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Long-term sedation in intensive care unit: a randomized comparison between inhaled sevoflurane and intravenous propofol or midazolam.

PURPOSE: To evaluate efficacy and adverse events related to inhaled sevoflurane for long-term sedation compared with standard intravenous (i.v.) sedation with propofol or midazolam.

METHODS: Randomized controlled trial. Sixty intensive care unit (ICU) patients expected to require more than 24 h sedation were randomly assigned to one of three groups: group S, inhaled sevoflurane; group P, i.v. propofol; group M, i.v. midazolam. All patients also received i.v. remifentanil for goal-directed sedation (Ramsay scale and pain score) until extubation or for a maximum of 96 h. Primary end points were wake-up times and extubation delay from termination of sedative administration. Proportion of time within Ramsay score 3-4, i.v. morphine consumption at 24 h post extubation, hallucination episodes after end of sedation, adverse events, inorganic fluoride plasma levels, and ambient sevoflurane concentrations were recorded.

RESULTS: Forty-seven patients were analyzed. Wake-up time and extubation delay were significantly (P<0.01) shorter in group S (18.6 ± 11.8 and 33.6 ± 13.1 min) than in group P (91.3 ± 35.2 and 326.11 ± 360.2 min) or M (260.2 ± 150.2 and 599.6 ± 586.6 min). Proportion of time within desired interval of sedation score was comparable between groups. Morphine consumption during the 24 h following extubation was lower in group S than in groups P and M. Four hallucination episodes were reported in group P, five in group M, and none in group S (P=0.04). No hepatic or renal adverse events were reported. Mean plasma fluoride value was 82 μmol l(-1) (range 12-220 μmol l(-1)), and mean ambient sevoflurane concentration was 0.3 ± 0.1 ppm.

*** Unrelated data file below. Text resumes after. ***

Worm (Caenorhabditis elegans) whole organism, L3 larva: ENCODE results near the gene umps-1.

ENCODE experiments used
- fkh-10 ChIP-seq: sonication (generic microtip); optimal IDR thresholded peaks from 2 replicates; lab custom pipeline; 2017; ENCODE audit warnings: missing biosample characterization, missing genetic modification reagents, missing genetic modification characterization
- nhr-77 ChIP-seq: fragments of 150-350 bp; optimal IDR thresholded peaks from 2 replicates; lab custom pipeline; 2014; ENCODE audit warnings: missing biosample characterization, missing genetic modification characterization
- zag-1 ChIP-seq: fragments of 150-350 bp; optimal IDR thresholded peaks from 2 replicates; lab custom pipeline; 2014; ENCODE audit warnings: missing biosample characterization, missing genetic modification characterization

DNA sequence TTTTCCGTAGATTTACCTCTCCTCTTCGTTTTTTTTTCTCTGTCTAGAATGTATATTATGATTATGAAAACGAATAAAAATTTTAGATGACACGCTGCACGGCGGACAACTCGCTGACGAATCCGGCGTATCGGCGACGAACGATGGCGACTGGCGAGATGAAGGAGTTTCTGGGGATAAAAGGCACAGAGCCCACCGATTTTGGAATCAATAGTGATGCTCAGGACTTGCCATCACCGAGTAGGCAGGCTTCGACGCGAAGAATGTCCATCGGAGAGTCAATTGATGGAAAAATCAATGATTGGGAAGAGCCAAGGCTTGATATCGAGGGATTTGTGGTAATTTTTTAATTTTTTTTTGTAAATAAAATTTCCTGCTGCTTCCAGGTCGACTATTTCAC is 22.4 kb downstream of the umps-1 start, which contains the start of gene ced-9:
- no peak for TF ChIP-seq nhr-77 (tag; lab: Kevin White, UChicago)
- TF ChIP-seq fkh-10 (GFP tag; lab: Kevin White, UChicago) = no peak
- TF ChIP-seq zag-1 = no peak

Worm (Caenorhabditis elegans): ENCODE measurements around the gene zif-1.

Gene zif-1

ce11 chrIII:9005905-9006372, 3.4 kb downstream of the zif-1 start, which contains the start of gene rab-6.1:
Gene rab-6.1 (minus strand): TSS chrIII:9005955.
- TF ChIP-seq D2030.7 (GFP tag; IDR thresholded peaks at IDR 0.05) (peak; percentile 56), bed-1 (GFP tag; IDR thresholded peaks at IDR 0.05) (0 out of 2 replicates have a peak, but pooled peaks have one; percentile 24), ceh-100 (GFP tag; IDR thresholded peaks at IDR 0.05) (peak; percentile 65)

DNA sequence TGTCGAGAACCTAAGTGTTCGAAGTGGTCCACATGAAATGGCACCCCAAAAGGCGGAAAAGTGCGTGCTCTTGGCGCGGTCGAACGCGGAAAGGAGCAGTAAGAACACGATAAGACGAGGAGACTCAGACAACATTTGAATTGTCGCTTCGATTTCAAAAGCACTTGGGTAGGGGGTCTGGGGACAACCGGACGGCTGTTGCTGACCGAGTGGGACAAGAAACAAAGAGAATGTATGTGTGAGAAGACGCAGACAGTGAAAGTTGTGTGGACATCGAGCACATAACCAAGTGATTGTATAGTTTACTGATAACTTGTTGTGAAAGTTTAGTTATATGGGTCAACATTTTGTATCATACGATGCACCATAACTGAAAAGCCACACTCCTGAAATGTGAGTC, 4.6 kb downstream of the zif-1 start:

CONCLUSIONS: Long-term inhaled sevoflurane sedation seems to be a safe and effective alternative to i.v. propofol or midazolam. It decreases wake-up and extubation times, and post extubation morphine consumption, and increases awakening quality.

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